Firefighter cancer and cross-contamination

Firefighter cancer is a great concern of the fire service community. Among the contributing factors to firefighter cancer are the continual exposure to fire apparatus exhaust and the numerous carcinogens present at fire scenes. Arguably, apparatus emissions in the station are minimized through the use of ventilation systems; however, undisputed is the fact that there is no protection for the firefighters who must work on or near the fire apparatus once they arrive at an emergency scene.

Also debatable is the assumption that wearing personal protective equipment (PPE) prevents exposure to the carcinogens present at fire scenes-moreover, that is, if the PPE is continuously worn as intended throughout all phases of the incident from fire attack through salvage and overhaul and through completion of the fire reconstruction phase that determines fire origin and cause.

Thinking back to your fire behavior lessons, you will recall that the by-products of combustible materials, once heated, will decompose through pyrolysis and release carcinogens that rise until they hit the ceiling and stratify back toward the ground, or they cool and descend. Either way, the carcinogenic particles will land on your helmet, face piece, and other PPE items. The helmet, face piece, boots, and self-contained breathing apparatus (SCBA) are not as permeable as the Nomex® hood, bunker coat, and bunker pants, and they can usually be easily rendered safe through gross and technical decontamination at the scene before being placed back on the apparatus. Buddy decontamination practices should be used to make sure difficult-to-reach places are not missed. However, the more porous parts of the firefighters’ PPE (hood, bunker coat, and bunker pants) that become saturated with the dangerous carcinogens should be machine washed and dried per the manufacturer’s recommendations.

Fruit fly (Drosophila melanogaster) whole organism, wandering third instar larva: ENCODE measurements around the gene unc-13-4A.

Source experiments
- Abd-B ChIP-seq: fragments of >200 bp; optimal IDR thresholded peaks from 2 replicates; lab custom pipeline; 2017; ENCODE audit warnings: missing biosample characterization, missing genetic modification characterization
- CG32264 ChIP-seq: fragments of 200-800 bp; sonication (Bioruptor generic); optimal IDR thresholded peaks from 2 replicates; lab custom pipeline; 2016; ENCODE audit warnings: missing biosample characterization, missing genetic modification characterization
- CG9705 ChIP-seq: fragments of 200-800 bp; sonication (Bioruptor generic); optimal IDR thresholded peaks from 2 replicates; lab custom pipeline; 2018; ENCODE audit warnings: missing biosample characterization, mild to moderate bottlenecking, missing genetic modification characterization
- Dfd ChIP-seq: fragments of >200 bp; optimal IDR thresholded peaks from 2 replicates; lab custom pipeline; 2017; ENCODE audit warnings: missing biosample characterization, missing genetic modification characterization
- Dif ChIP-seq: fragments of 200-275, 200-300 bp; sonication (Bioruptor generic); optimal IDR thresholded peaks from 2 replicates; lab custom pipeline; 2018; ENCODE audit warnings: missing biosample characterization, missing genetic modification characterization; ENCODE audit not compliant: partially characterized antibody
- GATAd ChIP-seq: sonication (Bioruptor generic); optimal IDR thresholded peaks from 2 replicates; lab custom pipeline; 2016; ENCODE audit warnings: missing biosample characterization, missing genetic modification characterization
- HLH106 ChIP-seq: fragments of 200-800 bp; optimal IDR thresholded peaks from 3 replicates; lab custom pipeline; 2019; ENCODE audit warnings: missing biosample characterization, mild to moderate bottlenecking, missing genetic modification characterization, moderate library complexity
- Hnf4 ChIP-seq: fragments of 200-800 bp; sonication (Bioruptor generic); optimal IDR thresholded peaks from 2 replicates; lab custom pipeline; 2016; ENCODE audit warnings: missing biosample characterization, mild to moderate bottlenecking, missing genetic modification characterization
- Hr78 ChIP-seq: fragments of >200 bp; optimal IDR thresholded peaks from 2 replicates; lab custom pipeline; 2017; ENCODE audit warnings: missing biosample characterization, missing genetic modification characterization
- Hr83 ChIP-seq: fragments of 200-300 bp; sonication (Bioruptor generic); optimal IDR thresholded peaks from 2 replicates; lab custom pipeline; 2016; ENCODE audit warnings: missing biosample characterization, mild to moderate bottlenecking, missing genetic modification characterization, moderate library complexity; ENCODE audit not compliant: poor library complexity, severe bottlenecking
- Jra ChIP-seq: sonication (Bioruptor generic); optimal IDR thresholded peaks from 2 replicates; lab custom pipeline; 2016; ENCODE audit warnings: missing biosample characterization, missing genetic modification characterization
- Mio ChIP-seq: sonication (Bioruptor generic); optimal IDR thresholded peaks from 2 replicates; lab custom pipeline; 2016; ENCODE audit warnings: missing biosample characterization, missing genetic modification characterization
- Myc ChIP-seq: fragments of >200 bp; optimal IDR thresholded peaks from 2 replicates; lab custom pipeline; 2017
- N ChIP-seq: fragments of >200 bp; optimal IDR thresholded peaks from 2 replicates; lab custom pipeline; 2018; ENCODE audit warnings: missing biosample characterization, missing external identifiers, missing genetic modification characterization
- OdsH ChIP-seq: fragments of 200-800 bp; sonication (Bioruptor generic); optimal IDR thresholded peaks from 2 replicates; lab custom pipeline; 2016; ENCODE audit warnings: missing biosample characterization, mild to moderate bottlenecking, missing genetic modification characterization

Despite using these safeguards to protect firefighters from job-related, cancer-causing elements, the reality is that firefighters will always be exposed to cross-contamination with fire scene carcinogens. For example, think about every fire to which you respond. The very first thing you instinctively do is remove your gloves. You do this so that you can have the dexterity of your fingers to quickly and easily locate and unfasten your helmet and face piece straps. Removing these two PPE items followed by your hood after interior operations at a working fire results in the immediate relief from stress, anxiety, and elevated body temperature. To continue the expediency of the body-cooling process, you quickly remove the bunker jacket. If the gloves are left on when doffing the PPE, it could likely take several minutes instead of seconds; therefore, the gloves will probably always be removed first. Unfortunately, in your quest to cool off, you just exposed yourself to cross-contamination.

The problem is that when firefighters take off their gloves to doff their PPE, rarely, if ever, do they immediately wash their hands. This simple lack of personal protection may be detrimental to their well-being and create a route for cross-contamination to enter the body. As previously mentioned, when you remove your PPE with bare hands, you have transferred the carcinogens from the PPE. If you then wipe the sweat away from your forehead, scratch an itch on your face, or rub your eyes, you have increased the possibility of exposure by absorption into your body. Another potential harmful situation is when food is brought in to feed the firefighters at a large fire. As soon as the firefighters’ unwashed hands touch the food, they have increased the possibility of body exposure by absorption.

Because of the high prevalence of firefighters unintentionally exposing themselves to the carcinogens through these cross-contaminating routes, we need a paradigm shift relative to our awareness of the hidden dangers associated with the lack of hand sanitation at fire scenes. Hand protection and sanitation at fire scenes should be given the same high-priority status as on medical scenes. The fire service community must seek ways to make hand sanitation easily accessible and available so that firefighters can immediately protect themselves after every contact with PPE whether it is decontaminated or not. One way would be to make sure that hand-washing stations are set up at fire scenes until they become available on all future emergency response vehicles.

Michael Gonzalez, Ph.D., MHS, EFO
Assistant Chief, Administration Tampa (FL) Fire Rescue

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